Old map of Southeastern Ohio
Women Promoting Education in Southeast Ohio

Catharine Beecher (1800-1878)

Catharine Beecher (Source National Women’s History Museum)
Catharine Beecher (Source: National Women’s History Museum)






About Catharine Beecher 

A family of advocates: Catharine Beecher was born in East Hampton, New York, to a family of religious leaders, social reformers, and abolitionists. Her father, Lyman Beecher, and her brother, Henry Ward Beecher, were celebrated clergymen, and her sister Harriet Beecher Stowe was the author of Uncle Tom’s Cabin.

Training women to become teachers: In 1832, she moved with her father to Cincinnati, where she launched her successful campaign to recruit and train women to be elementary school teachers. Prior to this time, elementary school teaching had been a predominantly male occupation. Emphasizing the domestic ideology of the period, Beecher reasoned that teaching children would allow young, single women to earn a living while practicing the nurturing skills they would later put to use as wives and mothers. With that philosophy in mind, she and her father founded Cincinnati’s Western Female Academy, one of several schools Beecher would establish to train women teachers in Ohio and other midwestern states. Among her innovations was encouraging future teachers to read aloud to their students from the best examples of English-language prose.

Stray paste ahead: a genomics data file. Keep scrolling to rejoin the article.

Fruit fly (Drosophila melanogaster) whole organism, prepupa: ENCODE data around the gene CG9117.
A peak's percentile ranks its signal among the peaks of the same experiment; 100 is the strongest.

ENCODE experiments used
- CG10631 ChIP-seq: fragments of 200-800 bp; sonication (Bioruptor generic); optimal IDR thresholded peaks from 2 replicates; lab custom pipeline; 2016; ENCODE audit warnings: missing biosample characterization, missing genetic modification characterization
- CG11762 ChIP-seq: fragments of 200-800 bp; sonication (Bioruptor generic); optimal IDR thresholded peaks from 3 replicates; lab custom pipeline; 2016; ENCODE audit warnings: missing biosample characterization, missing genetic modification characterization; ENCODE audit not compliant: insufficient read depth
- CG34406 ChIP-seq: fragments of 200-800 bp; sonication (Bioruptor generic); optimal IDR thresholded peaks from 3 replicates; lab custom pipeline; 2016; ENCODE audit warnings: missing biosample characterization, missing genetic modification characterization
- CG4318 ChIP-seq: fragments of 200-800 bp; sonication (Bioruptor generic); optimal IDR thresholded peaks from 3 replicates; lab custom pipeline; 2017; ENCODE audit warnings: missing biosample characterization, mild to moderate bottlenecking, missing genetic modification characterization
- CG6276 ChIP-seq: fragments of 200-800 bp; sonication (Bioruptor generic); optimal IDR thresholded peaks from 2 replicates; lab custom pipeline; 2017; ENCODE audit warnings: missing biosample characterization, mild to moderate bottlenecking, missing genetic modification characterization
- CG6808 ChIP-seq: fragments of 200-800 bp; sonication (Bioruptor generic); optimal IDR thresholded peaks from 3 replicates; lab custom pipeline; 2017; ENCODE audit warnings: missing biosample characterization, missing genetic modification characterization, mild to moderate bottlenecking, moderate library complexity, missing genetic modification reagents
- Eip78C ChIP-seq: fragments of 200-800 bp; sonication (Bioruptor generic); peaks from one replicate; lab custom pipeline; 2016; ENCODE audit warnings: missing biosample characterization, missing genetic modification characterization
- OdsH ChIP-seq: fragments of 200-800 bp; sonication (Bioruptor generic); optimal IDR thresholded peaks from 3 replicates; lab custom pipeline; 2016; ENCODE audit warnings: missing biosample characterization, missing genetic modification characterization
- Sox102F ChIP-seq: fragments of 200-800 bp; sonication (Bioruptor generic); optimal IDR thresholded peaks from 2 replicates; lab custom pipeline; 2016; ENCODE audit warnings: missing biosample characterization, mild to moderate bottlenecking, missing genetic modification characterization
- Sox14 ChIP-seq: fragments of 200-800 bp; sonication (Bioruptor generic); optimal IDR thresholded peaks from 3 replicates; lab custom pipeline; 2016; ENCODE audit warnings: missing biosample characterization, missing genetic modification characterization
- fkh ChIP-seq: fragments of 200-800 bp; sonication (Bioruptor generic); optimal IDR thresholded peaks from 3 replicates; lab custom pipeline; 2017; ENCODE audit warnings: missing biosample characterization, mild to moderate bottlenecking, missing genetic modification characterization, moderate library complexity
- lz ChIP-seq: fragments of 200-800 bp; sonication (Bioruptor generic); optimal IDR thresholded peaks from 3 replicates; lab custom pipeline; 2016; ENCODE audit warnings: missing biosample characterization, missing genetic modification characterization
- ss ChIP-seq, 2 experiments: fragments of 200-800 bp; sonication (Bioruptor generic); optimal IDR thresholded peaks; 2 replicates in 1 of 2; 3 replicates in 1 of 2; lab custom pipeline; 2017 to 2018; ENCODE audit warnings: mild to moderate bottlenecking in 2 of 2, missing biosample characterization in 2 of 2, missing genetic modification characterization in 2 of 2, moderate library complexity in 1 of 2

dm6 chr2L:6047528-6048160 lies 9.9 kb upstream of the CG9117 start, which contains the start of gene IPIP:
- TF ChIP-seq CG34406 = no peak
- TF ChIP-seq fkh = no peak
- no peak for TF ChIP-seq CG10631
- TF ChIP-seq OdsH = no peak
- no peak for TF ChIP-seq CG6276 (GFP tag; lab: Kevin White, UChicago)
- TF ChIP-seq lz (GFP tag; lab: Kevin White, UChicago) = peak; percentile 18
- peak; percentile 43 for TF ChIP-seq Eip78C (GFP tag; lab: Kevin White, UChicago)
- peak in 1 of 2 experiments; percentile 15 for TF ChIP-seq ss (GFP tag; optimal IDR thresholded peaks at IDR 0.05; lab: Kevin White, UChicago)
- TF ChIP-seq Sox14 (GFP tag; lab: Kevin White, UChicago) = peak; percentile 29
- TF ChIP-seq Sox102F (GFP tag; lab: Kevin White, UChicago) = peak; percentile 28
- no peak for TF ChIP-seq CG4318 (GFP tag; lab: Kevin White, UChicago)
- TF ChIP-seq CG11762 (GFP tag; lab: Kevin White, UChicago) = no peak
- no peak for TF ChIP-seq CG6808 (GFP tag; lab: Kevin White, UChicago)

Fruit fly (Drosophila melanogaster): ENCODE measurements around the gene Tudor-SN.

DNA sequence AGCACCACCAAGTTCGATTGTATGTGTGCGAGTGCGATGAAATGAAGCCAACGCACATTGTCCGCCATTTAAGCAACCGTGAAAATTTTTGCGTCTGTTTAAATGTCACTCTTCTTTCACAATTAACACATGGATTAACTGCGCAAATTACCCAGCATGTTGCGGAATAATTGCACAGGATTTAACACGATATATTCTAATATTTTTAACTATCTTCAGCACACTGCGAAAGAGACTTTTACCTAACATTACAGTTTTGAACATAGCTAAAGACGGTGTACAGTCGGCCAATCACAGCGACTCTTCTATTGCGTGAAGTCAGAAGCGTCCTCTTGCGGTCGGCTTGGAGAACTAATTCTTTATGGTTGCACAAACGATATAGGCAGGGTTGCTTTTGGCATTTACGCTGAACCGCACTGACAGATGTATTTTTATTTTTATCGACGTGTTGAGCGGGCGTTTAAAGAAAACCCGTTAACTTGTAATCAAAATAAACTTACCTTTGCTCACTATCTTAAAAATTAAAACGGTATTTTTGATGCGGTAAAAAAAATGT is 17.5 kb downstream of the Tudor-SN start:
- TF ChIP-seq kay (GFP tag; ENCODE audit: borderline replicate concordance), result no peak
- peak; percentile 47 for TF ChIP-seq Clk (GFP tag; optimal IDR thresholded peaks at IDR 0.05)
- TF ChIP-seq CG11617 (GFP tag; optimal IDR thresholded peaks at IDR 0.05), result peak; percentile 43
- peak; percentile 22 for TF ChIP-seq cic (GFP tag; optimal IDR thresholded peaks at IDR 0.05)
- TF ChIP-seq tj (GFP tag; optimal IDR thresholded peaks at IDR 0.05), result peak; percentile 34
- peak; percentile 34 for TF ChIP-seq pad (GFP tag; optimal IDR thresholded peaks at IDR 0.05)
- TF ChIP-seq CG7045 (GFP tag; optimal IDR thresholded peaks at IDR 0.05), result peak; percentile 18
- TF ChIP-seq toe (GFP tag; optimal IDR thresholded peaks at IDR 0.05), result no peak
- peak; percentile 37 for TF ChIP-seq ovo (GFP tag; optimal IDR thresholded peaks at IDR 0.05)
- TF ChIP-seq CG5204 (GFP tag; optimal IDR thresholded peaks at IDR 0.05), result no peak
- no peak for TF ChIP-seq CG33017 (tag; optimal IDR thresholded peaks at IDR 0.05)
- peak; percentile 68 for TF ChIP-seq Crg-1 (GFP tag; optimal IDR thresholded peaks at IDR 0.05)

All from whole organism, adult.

A writer: Beecher herself was a best-selling author. Her 1841 book, A Treatise on Domestic Economy, emphasized the importance of practical housekeeping and urged women to take pride in their homemaking role. She and her sister Harriet later published another popular homemaking guide, The American Woman’s Home (1869).


Her Time

Catharine Beecher was born several decades after the Declaration of Independence and lived through the Civil War.

The American Woman's Home book cover
The American Woman's Home inside flap
The American Woman's Home illustration

Her Book on 'Domestic Science'

Catharine Beecher co-authored The American woman's home: or, Principles of domestic science; being a guide to the formation and maintenance of economical, healthful, beautiful, and Christian homes in 1869.

The book can be found in the digital collection of the Ohio University Library. 

View the book in the Ohio University Archives 

Reference: Kathryn Kish Sklar, Catharine Beecher: A Study in American Domesticity (New Haven: Yale University Press, 1973).